# Random Intervals with One Dominant

### Problem

### Solution 1

Our sample space consists of $(2n)!$ permutations of the given point indices. An interval $J_j$ is dominant in $2(2n-2)!$ cases, as the $2n-2$ indices can be arbitrarily permuted between the two extremes. One of the intervals is dominant in $n\cdot 2(2n-2)!=2n(2n-2)!$ cases. Thus the probability of there being a dominant interval is $\displaystyle \frac{2n(2n-2)!}{(2n)!}=\frac{1}{2n-1}.$

### Solution 2

The problem is reduced to finding adjacent $X_{max}$and $X_{min}$(since only the interval $[X_{max}, X_{min}]$ covers all other intervals) in permutations of $X_1,\ldots,X_{2n}$.

Note that, given that $2 j$ is even, to be compatible with the previous formulation of the problem, we consider intervals $[X_1,X_2]$ and$[X_3,X_4]$,but not $[X_2,X_3]$.

$X_{max}$ followed by $X_{min}$

There are $(2n-2)!$ sequences of each

$n \text{ lines}\left\{ \begin{array}{l} (X_{max},X_{min},X_3,X_4,\ldots,X_{2n})\\ (X_1,X_2,X_{max},X_{min},\ldots,X_{2n})\\ ...\\ (X_1,X_2,\ldots,\ldots,X_{max},X_{min})\\ \end{array} \right.$

for a total of $n (2n-2)!$

$X_{min}$ followed by $X_{max}$

Thus

Numerator= $2 n (2 n-2)!$

Denominator(total permutations)= $(2n)!$$\displaystyle p=\frac{1}{2 n-1}$

By mirroring, same $n (2n-2)!$

Note: thanks to Michael Wiener for correcting for the count of the number of lines.

### Solution 3

Easier path is that $X_{min}$ is equally likely to be paired with any of the other $2n-1$ values. Only $1$ is $X_{max}.$

### Solution 4

Locate the point on the left(min). It has $\displaystyle \frac{1}{2}$ chance to be odd with $\displaystyle \frac{1}{2n-1}$ probability that the next index point is max. Similarly, $\displaystyle \frac{1}{2}$ chance to be even and with $\displaystyle \frac{1}{2n-1}$ chance previous index point to be max.$

### A Variant

Same setup, but this time we don't see the numbers drawn. We are told that they happen to be in increasing order. What is the probability that the first number drawn was a 1?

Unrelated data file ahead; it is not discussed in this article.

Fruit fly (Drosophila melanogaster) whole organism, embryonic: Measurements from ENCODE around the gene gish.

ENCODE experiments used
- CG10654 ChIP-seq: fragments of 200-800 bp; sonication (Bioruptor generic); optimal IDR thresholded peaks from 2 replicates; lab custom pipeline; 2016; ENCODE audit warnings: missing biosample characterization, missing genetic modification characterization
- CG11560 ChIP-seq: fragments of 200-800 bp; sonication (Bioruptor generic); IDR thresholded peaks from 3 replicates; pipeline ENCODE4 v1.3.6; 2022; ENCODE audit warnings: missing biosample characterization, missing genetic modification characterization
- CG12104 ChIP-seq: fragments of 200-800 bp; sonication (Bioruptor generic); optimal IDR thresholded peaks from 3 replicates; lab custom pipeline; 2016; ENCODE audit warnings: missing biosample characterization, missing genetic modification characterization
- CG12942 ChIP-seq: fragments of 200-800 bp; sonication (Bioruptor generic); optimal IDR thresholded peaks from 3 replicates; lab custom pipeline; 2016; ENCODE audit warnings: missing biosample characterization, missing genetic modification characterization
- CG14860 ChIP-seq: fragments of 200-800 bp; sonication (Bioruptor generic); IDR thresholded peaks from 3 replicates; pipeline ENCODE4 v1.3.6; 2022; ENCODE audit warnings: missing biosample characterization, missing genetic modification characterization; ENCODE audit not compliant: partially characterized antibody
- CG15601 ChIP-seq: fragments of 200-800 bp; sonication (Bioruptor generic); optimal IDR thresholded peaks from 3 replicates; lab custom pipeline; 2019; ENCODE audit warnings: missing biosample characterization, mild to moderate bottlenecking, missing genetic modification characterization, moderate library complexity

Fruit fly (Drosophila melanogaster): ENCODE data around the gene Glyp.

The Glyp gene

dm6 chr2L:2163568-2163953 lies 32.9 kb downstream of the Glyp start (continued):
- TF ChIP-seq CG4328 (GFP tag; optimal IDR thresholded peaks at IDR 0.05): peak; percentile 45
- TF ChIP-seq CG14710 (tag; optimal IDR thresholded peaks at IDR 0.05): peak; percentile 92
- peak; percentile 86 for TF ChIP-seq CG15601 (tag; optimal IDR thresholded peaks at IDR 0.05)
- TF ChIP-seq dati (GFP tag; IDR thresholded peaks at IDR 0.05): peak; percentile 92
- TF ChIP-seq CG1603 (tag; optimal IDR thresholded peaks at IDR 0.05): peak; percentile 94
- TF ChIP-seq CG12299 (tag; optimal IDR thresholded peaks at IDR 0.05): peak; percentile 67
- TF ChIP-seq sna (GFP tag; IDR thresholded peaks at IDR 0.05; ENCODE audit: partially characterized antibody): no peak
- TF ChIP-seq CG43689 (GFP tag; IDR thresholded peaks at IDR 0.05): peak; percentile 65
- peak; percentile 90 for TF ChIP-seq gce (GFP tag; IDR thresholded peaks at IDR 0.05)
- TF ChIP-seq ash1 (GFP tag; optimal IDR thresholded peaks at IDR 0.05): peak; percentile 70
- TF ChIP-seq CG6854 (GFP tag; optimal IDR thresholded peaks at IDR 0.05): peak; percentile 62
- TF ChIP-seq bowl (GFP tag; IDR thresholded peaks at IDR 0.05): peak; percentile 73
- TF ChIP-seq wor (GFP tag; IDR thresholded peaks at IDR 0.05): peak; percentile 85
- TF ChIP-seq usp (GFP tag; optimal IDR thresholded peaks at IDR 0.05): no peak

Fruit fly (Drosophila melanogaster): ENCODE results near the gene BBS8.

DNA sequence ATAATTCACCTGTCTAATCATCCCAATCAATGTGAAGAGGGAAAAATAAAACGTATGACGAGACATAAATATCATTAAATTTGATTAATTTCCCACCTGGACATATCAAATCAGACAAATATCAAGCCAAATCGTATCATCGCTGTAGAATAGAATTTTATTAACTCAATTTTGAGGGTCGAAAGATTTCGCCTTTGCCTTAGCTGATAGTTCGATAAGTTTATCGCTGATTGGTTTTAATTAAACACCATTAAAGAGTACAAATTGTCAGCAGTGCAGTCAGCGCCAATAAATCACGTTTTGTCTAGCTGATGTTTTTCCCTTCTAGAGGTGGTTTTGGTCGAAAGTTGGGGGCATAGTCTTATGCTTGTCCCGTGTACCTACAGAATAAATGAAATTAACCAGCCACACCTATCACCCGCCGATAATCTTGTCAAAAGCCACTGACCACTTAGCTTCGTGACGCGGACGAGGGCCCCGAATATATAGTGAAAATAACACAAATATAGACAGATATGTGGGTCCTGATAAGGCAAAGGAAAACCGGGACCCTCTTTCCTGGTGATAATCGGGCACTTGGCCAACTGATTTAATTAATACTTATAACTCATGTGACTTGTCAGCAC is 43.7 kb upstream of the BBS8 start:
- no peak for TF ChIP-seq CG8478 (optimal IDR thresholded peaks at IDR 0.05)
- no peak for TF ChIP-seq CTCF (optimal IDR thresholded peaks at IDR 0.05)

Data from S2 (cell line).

### Solution 1 to the Variant

$\displaystyle\begin{align}&\frac{\text{# of ways to choose four other numbers when 1 has already been chosen}}{\text{# of ways to choose 5 numbers}}\\ &=\frac{{98\choose 4}}{{99\choose 5}}=\frac{5}{99}. \end{align}$

### Solution 2 to the Variant

Let $A$ be the event that a $1$ is drawn. Let $B$ be the event that the numbers came out in increasing order. I asked for $P(A|B).$ But $A$ and $B$ are independent. So, $P(A|B)=P(A).$ Five numbers are drawn; the probability that one of them is $1$ is $\displaystyle \frac{5}{99}.$

### Acknowledgment

The problem has been proposed by N. N. Taleb as a follow-up to an earlier question about overlapping intervals. Solution 2 is by N. N. Taleb; Solution 3 is by Michael Weiner; Solution 4 is by Zhuo Xi. Michael Weiner came up with a variant of the problem. Solution 1 to the Variant problem is by Josh Jordan; Solution 2 is by Michael Weiner.

### Geometric Probability

- Geometric Probabilities
- Are Most Triangles Obtuse?
- Barycentric Coordinates and Geometric Probability
- Bertrand's Paradox
- Birds On a Wire (Problem and Interactive Simulation)
- Buffon's Noodle Simulation
- Averaging Raindrops - an exercise in geometric probability
- Rectangle on a Chessboard: an Introduction
- Marking And Breaking Sticks
- Random Points on a Segment
- Semicircle Coverage
- Hemisphere Coverage
- Overlapping Random Intervals
- Random Intervals with One Dominant
- Points on a Square Grid
- Flat Probabilities on a Sphere
- Probability in Triangle

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